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  • The end of Google Play

    Google Play Music is going away soon
    YouTube Music is replacing Google Play Music as your new destination for music listening and discovery. Between October and the end of this year, access to Google Play Music will be removed permanently. We know that you've spent time building your Google Play Music library, so we've made it easy to transfer your music library to YouTube Music with just one click, including playlists, uploads and recommendations.

    If you haven't tried YouTube Music yet, you'll notice that it looks a bit different from Google Play Music, but know that it was built by the same team with the same passion. It also offers more than 65 million official songs, albums and playlists, as well as many features that you love and expect from Google Play Music.

    Music store on Google Play
    Starting in 30 days, the Music store on Google Play will go away. It will no longer be possible to purchase music on Google Play, and all pre-orders will be cancelled. When you transfer, your purchases will move with you to YouTube Music.

    Will anyone miss it? Beatles albums are only 8.99 on Google Music, 3 cheaper than iTunes downloads.
    Looks like streaming is taking over. So how long before iTunes disappears?

  • #2
    I only ever used it to play mp3's. So I won't miss it as I never viewed it as a store.
    I have received many gifts from God,
    but this is the first time I have ever received a gift from a goddess
    .

    Don McLean on Madonna's version of American Pie

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    • #3
      Me too. lol
      jio CHARTS NOW: 21/9/2020: https://www.ukmix.org/forum/chart-di...3#post10468623

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      • #4
        I never used it for buying or streaming, but it does revive the quiet debate that's been ongoing for the last few years as to when major online download stores will be closed in favour of their streaming-only counterparts. Sadly, as people move so keenly to renting digital listens over buying digital product, sales have collapsed to historically low levels and continue to decline, seemingly now destined to become a mere niche footnote to the commercial music sector. There surely must come a point where the large players determine that it is not worth bothering with their download store and so will pull it; many predicted that point would've come by 2020, but so far so good as most big online stores remain open for paid-for purchases of songs and albums. I suppose the game-changer will be the withdrawal of Apple's iTunes, which I assume even in a much-reduced sales sector still commands the lion's share, albeit perhaps with Amazon coming a closer second than in its 2000s heyday of almost complete dominance. Whenever that time comes, it will stage a notable killing-off of what little sales are made now, as it will force many who prefer buying to embrace streaming, like it or not.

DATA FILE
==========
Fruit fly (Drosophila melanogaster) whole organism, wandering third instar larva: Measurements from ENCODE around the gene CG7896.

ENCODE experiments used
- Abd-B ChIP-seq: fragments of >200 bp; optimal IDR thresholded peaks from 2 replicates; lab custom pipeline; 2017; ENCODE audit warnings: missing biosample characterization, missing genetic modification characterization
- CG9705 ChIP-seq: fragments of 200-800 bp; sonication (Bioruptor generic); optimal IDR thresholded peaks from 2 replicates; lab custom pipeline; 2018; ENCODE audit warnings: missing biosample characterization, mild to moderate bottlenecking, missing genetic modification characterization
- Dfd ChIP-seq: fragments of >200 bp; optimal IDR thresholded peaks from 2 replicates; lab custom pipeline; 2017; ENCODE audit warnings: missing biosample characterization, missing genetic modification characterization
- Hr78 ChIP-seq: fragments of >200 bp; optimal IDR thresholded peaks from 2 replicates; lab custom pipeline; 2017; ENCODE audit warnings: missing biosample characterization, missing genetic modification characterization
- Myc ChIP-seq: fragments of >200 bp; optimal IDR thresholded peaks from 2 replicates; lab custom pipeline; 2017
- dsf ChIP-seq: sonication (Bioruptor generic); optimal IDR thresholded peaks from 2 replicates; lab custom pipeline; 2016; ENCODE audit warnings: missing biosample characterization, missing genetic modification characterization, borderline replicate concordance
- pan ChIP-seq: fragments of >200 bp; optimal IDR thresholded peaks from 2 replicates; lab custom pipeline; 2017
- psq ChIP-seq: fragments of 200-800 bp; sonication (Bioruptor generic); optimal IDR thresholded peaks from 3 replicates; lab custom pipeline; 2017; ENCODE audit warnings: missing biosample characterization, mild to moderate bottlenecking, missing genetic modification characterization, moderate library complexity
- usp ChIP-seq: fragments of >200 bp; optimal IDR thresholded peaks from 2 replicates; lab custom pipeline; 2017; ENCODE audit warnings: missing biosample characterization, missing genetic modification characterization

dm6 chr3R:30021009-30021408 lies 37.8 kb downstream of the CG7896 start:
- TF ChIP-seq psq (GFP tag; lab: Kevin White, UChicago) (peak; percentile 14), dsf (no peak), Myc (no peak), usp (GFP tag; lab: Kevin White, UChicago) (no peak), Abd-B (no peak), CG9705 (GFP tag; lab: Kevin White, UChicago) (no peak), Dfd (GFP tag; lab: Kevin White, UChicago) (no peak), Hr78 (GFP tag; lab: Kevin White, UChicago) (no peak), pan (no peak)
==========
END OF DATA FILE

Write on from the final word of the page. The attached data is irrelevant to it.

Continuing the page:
Personally I hope some lesser stores will continue offering downloads; nobody completely gave up on vinyl when it was at its nadir, and the CD will likely always remain a niche format at least in the albums market, so let's hope that the virtual equivalent won't die a complete death either. What I do expect will start happening though as we move into the 2020s will be the emergence of a strategy of only releasing new tracks for streaming. I would surmise that once the big players in downloads die-off, that will become more prevalent as although it's hardly expensive to market a download, why bother if there's too small a market for it? As that beds-in, our charts will become more-or-less a streaming-only chart, with sales only providing a few thousand units each week. It will frustrating for the likes of me as if I like a single enough I am happy to buy it - 99p is cheap for a good song really and one can listen back at any time without paying a continued subscription. It'll be like the late '00s when some singles I wanted started not to be released on CD, which forced me into downloading. But at least that was still a form of sale. Such a shame - tech gives much with one hand but also takes back with the other.

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        • #5